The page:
Properly wash the rice, the water should run clear through it after cleaning. Next is to drain the rice, add the coconut milk and kaffir leaves and add water if necessary. You want the moist level to be one fingertip height above the rice for the best result.

washed rice
cooking rice

Bring this to a boil on medium-high heat. When boiling cover the pan and lower the heat, let it simmer for about 20 minutes. After 20 minutes check if the moist has evaporated, if not leave for another few minutes.

Once the moist is gone, turn of the heat and remove the kaffir leaves. Stir the rice with a fork and close the lid immediately after. At this point the rice is ready for resting. Let is cool down to room temperature and refrigerate. All preparations have been made!

Step 5: Start cooking nasi kandar

There we go! All preparations have been made and it’s time to start cooking. This step should be done on the same day as serving for the best result. Set the sambal outside the fridge to reach room temperature.

What needs to be done in this step is to make the gulai kambing, deep-fry the chicken meatballs and reheat the rice.

Start with the gulai kambing, I have written a detailed recipe before so check it out! In parallel to making this recipe, have another pan frying the chicken meatballs as described in the bakso goreng recipe. I would recommend starting frying at the time the gulai kambing is cooking in coconut milk, so late step 3.

The gulai kambing is basically a spice paste fried with the goat meat and later cooked in coconut milk to create a very rich tasting goat curry. Try to finish the gulai kambing and the bakso goreng simultaneously and reheat the rice at this time!

I can recommend the microwave for reheating the rice as the easiest way to do the time management.

bakso goreng
gulai kambing

Step 6: Serve nasi kandar

If all 3 (rice, bakso goreng and gulai kambing) components are hot and the sambals have reached room temperature (or microwaved as well), you will be ready to serve! Quite and extensive recipe as I said, quite some work but what a result! This will definitely satisfy your guests!

served nasi kandar

Start with some white rice and drain it in gulai kambing! Serve the rest of the dishes on the side and look at that palate!

You could serve with some fried onions, fresh tomatoes, half lemons or limes, fresh chillies, all your choice!

Throw in some other side dishes and sambals if you’d like:

I hope you like this recipe, let me know what you made and please leave a rating!



Does Singapore have Nasi Kandar?

Yes, Singapore does have Nasi Kandar. Some examples of popular restaurants are ABC Nasi Kandar restaurant and Marhaba Murtabak restaurant.

Where is Nasi Kandar from?

Nasi Kandar is originally from Penang in Malaysia.

How to order Nasi Kandar?

You can either order Nasi Kandar in a restaurant or online. You usually get to chose several dishes to accompany a rice dish.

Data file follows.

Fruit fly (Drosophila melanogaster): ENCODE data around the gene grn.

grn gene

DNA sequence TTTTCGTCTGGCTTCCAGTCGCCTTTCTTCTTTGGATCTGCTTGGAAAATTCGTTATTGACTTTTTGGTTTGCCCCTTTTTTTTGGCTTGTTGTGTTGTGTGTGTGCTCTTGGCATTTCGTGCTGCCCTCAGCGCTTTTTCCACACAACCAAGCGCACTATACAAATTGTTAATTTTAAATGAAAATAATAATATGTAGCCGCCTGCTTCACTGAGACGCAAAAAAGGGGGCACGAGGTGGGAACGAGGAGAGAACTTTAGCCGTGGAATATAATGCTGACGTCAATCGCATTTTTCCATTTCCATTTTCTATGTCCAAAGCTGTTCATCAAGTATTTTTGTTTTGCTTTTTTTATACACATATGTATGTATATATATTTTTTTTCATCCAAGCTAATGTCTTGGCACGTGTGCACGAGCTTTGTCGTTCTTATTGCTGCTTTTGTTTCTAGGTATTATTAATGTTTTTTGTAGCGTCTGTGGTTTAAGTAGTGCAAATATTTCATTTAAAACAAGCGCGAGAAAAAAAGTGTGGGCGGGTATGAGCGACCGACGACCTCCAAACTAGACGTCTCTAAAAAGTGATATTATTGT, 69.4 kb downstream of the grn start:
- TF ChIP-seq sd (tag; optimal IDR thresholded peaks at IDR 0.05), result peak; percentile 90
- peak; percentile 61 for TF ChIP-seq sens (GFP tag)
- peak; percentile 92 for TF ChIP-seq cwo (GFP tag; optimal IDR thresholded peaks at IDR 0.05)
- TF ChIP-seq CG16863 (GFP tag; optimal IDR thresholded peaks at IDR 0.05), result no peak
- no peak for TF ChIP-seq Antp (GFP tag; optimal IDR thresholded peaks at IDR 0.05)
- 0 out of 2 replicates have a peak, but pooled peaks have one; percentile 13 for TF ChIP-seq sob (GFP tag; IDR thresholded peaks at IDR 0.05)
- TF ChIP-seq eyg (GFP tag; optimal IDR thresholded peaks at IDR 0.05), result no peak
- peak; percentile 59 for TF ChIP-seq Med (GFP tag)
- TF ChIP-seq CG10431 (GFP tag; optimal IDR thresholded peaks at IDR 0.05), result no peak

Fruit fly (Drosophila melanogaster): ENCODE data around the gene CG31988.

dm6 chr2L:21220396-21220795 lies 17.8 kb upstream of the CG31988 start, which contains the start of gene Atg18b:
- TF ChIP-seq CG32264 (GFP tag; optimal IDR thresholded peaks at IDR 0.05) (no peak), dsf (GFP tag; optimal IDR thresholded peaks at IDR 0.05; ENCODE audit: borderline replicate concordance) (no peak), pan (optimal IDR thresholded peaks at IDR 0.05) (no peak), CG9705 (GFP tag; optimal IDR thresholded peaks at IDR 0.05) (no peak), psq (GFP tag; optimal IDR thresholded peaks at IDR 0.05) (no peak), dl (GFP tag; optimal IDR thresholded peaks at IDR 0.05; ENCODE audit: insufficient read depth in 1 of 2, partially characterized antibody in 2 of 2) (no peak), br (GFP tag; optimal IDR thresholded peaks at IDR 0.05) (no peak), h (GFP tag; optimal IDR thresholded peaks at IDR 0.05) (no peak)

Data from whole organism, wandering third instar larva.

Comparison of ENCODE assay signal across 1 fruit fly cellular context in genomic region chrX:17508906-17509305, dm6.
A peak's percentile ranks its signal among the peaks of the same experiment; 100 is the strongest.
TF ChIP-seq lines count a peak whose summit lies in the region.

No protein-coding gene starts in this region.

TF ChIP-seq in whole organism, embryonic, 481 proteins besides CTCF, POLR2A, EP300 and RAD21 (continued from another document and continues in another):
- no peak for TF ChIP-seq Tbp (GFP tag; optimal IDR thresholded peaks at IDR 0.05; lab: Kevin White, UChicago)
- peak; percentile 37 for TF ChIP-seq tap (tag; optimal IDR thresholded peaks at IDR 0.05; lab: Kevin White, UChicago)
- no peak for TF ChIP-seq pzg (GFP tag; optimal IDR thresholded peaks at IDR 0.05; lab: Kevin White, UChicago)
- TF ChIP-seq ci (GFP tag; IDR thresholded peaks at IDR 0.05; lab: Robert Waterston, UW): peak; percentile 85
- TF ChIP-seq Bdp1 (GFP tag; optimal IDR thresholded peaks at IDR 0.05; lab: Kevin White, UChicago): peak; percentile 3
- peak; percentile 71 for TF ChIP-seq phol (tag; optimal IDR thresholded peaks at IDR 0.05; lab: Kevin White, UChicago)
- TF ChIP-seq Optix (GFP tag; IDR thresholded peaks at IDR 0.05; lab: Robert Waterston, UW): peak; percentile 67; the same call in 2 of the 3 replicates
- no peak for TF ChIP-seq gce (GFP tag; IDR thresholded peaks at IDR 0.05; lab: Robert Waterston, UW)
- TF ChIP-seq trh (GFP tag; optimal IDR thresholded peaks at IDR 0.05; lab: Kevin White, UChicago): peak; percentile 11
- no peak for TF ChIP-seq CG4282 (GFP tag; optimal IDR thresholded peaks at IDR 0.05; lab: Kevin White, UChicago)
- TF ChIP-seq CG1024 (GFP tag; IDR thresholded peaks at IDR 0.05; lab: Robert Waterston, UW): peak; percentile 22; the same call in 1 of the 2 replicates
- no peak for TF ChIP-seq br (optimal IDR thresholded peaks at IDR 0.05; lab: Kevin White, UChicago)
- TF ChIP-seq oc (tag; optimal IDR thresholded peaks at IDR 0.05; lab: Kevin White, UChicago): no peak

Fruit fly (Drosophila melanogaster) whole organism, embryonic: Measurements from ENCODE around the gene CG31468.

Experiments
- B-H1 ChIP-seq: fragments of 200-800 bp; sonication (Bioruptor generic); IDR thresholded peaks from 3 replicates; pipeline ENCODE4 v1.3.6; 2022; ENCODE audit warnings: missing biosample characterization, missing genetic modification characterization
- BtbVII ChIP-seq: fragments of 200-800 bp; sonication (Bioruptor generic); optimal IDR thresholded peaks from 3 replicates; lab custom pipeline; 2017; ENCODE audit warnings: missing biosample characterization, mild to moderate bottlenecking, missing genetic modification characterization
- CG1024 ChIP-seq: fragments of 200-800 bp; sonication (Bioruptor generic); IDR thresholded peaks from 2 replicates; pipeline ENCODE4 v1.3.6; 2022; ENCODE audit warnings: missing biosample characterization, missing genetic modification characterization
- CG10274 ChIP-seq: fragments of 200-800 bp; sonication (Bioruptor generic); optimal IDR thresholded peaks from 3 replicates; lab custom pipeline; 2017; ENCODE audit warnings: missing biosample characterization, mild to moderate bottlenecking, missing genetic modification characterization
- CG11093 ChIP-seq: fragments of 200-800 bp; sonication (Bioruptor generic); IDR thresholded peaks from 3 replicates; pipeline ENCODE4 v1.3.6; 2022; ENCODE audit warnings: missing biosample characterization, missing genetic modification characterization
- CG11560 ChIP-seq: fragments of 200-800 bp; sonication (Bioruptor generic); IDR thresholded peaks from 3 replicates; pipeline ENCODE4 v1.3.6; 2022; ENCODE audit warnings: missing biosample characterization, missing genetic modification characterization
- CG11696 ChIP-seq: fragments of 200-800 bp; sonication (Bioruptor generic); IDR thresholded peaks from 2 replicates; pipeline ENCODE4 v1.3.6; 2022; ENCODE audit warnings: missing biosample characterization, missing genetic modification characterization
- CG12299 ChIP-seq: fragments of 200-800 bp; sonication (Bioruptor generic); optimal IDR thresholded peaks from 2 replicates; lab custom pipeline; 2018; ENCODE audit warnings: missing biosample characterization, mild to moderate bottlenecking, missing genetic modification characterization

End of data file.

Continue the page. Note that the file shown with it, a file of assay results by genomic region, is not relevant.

How much is Nasi Kandar?

The price of Nasi Kandar varies depending on the type of dish you are ordering and where you are getting it from. Generally, it ranges from 5-10 eu per plate.

What is the difference between Nasi Padang and Nasi Kandar?

The main difference between the two dishes is that Nasi Padang consists of various dishes served with steamed rice, while in Nasi Kandar there are more spices used and it often comes with coconut milk or curry sauce. In addition, the side dishes served with each type of dish may be different as well.

Who is the owner of Nasi Kandar Pelita?

The owners of the popular chain of restaurants known as ‘Nasi Kandar Pelita’ are Mr Syed Idrus and Mr Yusoff Abdullah.

Is Nasi Kandar healthy?

It depends on what types of ingredients are used to prepare the dish. Generally speaking, there are many options available so one can choose healthier options such as grilled chicken or seafood instead of fried meats to make a healthier version of this dish.

What is ‘Nasi kandar’ in Malaysia?

In Malaysia, ‘Nasikandar’ refers to an old-fashioned Malay-Indian style cuisine that combines elements of both cultures together – featuring curries cooked in rich coconut milk gravy along with side dishes such as aca (fried anchovies) and deep fried tempeh (fermented soybean cakes). This type of cuisine has been around for centuries throughout Malaysia’s history!

Is ‘Nasi kandar’ Indian food?

While ‘Nasi kandar’ was traditionally prepared using Indian culinary techniques such as grinding spices together into a paste, modern variations also include Chinese influences due to its widespread popularity within Malaysia’s multicultural society today! Therefore one could consider it an amalgamation between both cultures rather than solely Indian food alone.

Is Nasi kandar spicy?

It all depends on your preference! Generally speaking most versions tend to be spicier than regular meals due to its range of spices being used but one can always ask for less spice if desired!